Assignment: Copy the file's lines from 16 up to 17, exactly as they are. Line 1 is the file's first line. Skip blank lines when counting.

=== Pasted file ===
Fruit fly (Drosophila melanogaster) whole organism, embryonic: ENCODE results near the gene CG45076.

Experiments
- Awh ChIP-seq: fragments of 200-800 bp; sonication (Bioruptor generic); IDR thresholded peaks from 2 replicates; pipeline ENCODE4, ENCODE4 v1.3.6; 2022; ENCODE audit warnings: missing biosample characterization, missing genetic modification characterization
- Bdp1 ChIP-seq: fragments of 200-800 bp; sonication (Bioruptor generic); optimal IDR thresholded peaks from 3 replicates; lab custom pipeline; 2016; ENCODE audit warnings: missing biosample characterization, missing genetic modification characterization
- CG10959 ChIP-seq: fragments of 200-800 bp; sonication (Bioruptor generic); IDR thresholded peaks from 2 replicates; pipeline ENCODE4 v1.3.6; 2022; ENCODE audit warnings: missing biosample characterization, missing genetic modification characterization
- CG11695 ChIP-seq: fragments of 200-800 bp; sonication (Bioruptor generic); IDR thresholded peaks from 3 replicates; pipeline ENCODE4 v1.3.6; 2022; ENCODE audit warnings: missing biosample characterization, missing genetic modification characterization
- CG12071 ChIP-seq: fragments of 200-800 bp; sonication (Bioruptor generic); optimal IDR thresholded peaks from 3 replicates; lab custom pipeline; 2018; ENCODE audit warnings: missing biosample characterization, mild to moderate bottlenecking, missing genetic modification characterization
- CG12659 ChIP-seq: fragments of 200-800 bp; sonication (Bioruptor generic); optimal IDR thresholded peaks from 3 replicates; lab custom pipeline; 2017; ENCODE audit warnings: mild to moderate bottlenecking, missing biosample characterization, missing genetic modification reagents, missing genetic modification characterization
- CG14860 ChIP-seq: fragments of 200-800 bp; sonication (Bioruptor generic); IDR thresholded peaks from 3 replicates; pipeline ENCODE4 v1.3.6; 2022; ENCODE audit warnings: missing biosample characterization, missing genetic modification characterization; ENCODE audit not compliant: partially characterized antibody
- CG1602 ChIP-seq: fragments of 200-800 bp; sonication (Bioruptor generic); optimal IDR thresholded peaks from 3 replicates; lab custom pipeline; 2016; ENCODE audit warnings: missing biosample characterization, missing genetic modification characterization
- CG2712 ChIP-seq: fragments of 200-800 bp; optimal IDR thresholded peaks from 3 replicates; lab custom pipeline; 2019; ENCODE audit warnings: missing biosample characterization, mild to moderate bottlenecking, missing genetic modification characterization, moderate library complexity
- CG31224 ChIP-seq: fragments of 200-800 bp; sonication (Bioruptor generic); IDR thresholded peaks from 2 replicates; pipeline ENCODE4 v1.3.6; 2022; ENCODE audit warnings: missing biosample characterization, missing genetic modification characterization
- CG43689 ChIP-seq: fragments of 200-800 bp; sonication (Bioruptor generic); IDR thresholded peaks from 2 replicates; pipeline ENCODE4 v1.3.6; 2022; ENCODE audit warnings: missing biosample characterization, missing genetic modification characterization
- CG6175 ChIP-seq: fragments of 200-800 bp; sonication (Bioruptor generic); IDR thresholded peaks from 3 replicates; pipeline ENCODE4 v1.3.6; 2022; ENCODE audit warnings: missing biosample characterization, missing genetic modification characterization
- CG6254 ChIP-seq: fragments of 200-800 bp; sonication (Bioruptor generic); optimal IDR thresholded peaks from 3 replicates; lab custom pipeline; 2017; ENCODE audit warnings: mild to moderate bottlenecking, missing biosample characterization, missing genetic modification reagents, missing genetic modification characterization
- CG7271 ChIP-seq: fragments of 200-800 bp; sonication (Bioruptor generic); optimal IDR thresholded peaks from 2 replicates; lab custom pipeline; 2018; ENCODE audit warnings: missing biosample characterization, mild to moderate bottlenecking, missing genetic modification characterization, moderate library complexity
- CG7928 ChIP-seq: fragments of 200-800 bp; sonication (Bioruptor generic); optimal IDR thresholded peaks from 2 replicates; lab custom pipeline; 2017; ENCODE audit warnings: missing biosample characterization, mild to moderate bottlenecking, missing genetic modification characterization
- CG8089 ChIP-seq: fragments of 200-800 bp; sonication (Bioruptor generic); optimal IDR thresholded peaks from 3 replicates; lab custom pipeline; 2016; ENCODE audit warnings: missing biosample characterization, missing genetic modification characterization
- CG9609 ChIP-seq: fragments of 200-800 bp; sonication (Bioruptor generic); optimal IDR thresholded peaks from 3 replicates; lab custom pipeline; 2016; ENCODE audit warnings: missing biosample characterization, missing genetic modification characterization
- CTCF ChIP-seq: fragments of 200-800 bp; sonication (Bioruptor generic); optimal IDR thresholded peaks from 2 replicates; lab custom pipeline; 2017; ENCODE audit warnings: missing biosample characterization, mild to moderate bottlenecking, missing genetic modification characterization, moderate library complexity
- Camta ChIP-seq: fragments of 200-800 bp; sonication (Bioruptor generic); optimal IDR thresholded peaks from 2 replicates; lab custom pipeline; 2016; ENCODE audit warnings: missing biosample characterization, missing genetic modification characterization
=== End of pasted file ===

- CG7271 ChIP-seq: fragments of 200-800 bp; sonication (Bioruptor generic); optimal IDR thresholded peaks from 2 replicates; lab custom pipeline; 2018; ENCODE audit warnings: missing biosample characterization, mild to moderate bottlenecking, missing genetic modification characterization, moderate library complexity
- CG7928 ChIP-seq: fragments of 200-800 bp; sonication (Bioruptor generic); optimal IDR thresholded peaks from 2 replicates; lab custom pipeline; 2017; ENCODE audit warnings: missing biosample characterization, mild to moderate bottlenecking, missing genetic modification characterization